How to Achieve Anything
1. Stop fantasising: Those with too rosy a picture of the future tend to put less effort into reaching their goals. Instead, it’s better to be open to some things going wrong. It will help you see the obstacles - and think through beating them.
2. Visualise process NOT outcome: If you can think through all the steps you will forge a better plan … and it will also help reduce anxiety.
3. Be committed: You won’t achieve anything without getting started; and you won’t ever finish if you give up easily.
4. Beware of the “what-the-hell effect”: Too many just give up when they stumble or fall down. For example, think of all the dieters who binge at the first hurdle. It’s better to get up – and see a trip as very normal. It’s happens to us all – so don’t abandon your plan.
5. Attack procrastination: It’s easy to procrastinate when getting going’s tough. Make a start, keep your head down, and set yourself some deadlines. Once you start you’ll feel much better and the road won’t seem so hard.
6. Switch out of robot mode: A lot of behaviour is robotic and habitual. We copy other people or we do “the same old, same old”. Take stock … and change those patterns … if they don’t lead to your goals.
7. Know when enough is enough: Sometimes we also need to know when there’s no point going on. We’re flogging a dead horse and thing are never going to change. It’s time to alter your direction or to work on something else.
“You can't go on like you're going to start really living one day, like all this is some preamble to some great life that's going to magically appear. I'm a firm believer that you have to create your own miracles. Don't hold out that there's something better waiting on the other side. It doesn't work that way.”—Perry Moore
Relationship Check Up
A healthy relationship means that both members of the couple are…
1. Communicating with each other: Talking about problems without screaming and shouting; listening to each other, and respecting their viewpoint; being willing to adapt and to sometimes change their mind.
2. Showing respect for one another: Valuing the other person’s culture, beliefs, viewpoints, opinions and boundaries. Also, treating each other in a kind and caring way.
3. Demonstrating and conveying trust: Each person is trustworthy and trusts the other person – because they have been shown that they are worthy of that trust.
4. Honest with each other: Both are open and honest – but are private as well; and they don’t demand the other person tells them everything.
5. Equals: They make joint decisions and treat each other well. No person calls the shots or determines all the rules.
6. Able to enjoy their own personal space: As well as spending time together, they spend time on their own. They’re respect the fact they’re different, and they need their own life, too.
7. Decisions about sex are discussed, and are consensual: They discuss sex together, including birth control. There’s no one individual sets the rules and standards here.
Signs of an unhealthy relationship
An unhealthy relationship develops where one, or both, of the partners is…
1. Failing to communicate: Problems are ignored, or not talked about at all. One or both don’t really listen, and they rarely compromise.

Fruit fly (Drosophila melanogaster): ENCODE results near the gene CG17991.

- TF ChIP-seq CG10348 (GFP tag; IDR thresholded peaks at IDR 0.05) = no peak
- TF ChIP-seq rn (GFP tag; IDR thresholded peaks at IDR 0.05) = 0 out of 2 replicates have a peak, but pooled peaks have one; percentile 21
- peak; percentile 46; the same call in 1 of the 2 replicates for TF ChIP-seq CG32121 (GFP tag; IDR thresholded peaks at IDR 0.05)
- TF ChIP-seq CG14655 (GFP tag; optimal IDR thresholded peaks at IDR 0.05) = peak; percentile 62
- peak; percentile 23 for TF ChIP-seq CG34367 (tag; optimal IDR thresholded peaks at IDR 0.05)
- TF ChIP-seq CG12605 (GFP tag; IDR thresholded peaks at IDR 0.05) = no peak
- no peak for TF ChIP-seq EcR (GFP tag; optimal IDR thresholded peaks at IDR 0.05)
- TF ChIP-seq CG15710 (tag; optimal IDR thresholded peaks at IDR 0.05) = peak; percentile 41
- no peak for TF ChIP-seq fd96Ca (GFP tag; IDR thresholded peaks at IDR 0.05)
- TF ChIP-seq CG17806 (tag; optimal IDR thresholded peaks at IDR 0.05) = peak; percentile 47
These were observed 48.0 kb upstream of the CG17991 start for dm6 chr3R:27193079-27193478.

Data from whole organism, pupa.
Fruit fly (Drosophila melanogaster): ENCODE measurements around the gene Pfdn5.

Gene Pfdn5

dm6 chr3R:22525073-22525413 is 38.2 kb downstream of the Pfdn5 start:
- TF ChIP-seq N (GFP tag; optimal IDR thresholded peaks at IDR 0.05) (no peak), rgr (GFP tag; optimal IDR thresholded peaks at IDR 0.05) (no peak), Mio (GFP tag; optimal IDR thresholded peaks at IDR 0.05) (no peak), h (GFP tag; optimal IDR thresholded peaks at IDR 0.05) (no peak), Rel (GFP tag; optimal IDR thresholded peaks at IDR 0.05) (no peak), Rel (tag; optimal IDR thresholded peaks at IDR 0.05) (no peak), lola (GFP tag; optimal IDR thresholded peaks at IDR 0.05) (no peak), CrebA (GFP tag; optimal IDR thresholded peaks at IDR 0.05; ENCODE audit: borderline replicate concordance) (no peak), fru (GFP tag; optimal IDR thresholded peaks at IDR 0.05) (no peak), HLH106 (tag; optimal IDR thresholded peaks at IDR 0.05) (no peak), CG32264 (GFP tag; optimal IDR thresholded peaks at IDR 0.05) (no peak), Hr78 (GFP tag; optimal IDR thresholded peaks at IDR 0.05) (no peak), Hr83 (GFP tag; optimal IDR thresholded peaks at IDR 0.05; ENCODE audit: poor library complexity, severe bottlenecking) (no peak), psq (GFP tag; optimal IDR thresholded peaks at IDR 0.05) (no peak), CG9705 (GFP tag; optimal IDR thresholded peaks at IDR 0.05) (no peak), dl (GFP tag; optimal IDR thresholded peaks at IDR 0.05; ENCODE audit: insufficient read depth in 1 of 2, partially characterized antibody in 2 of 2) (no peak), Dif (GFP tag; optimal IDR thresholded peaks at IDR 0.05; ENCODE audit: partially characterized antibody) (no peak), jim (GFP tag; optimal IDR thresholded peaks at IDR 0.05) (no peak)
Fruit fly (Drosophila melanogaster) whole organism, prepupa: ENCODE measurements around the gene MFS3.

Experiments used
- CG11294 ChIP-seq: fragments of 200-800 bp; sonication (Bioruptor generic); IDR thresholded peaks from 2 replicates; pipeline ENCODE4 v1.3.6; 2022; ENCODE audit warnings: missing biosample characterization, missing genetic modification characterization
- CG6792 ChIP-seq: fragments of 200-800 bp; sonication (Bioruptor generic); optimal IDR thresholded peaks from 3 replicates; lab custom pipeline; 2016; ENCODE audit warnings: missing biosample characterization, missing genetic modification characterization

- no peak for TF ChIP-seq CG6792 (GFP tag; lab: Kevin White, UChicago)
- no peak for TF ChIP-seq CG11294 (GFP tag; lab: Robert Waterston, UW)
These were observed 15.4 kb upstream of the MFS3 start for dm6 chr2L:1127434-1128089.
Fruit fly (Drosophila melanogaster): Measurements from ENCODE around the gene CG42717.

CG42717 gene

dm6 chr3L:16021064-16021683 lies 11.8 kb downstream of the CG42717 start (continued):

2. Acting in ways that are disrespectful: One or both are inconsiderate toward the other person; and they don’t behave in ways that send the message that they care.
3. Refusing to trust the other person: One or both is suspicion of their partner’s loyalty. Hence, they make false accusations, or won’t believe the truth.
4. Acting in a way that is dishonest: One or both is deceptive, or they lie and hide the truth.
5. Acting in a controlling way: One person thinks that they should set the one who rules, controls the other person, and say how things should be.
6. Beginning to feel squashed and smothered / cutting themselves off from friends and family: One partner is possessive, or feels threatened and upset, when the other’s with their family or spends time with their friends.
7. Attempting to pressurise the other into sexual activity / refusing to talk openly about birth control: One partner wants the other to participate in sex, or to engage in different practices against that’s person’s will. Or, one of the partners stops using birth control, or expects the other person to “take care of all that.”
Signs of an abusive relationship
An abusive relationship develops when one of the parties…
1. Starts to communicate in ways that are abusive: When arguments occur, one of the partners screams and cusses, or they verbally threaten or attack the other person.
2. Shows disrespect through acting in abusive ways: This is where one of the partners abuse, harms or threatens the physical safety of the other individual.
3. Wrongly accuses their partner of flirting or cheating: One of the partners is convinced – with no real grounds – that their partner is cheating or having an affair. Thus, they lash out verbally, or hurt, the accused partner.
4. Refuses to accept responsibility for the abuse: When they fly into a rage or act in ways that are abusive, they miminise their actions and refuse to accept blame. They may even blame their partner for “causing the abuse.”
5. Starts to control the other partner: One partner has no say as the other sets the rules – and arguing against that simply leads to more abuse.
6. Does what they can to isolate their partner: One partner has control of who the other person sees, the way they spend their time – and, even, clothes they buy and wear. Thus, they start to lose their confidence and personality.
7. Forces sexual activity: The frequency, type and circumstances for sex are determined by one partner – and the other must comply. If they don’t acquiesce it leads to violence or abuse. Also, sometimes violence is included in the sex.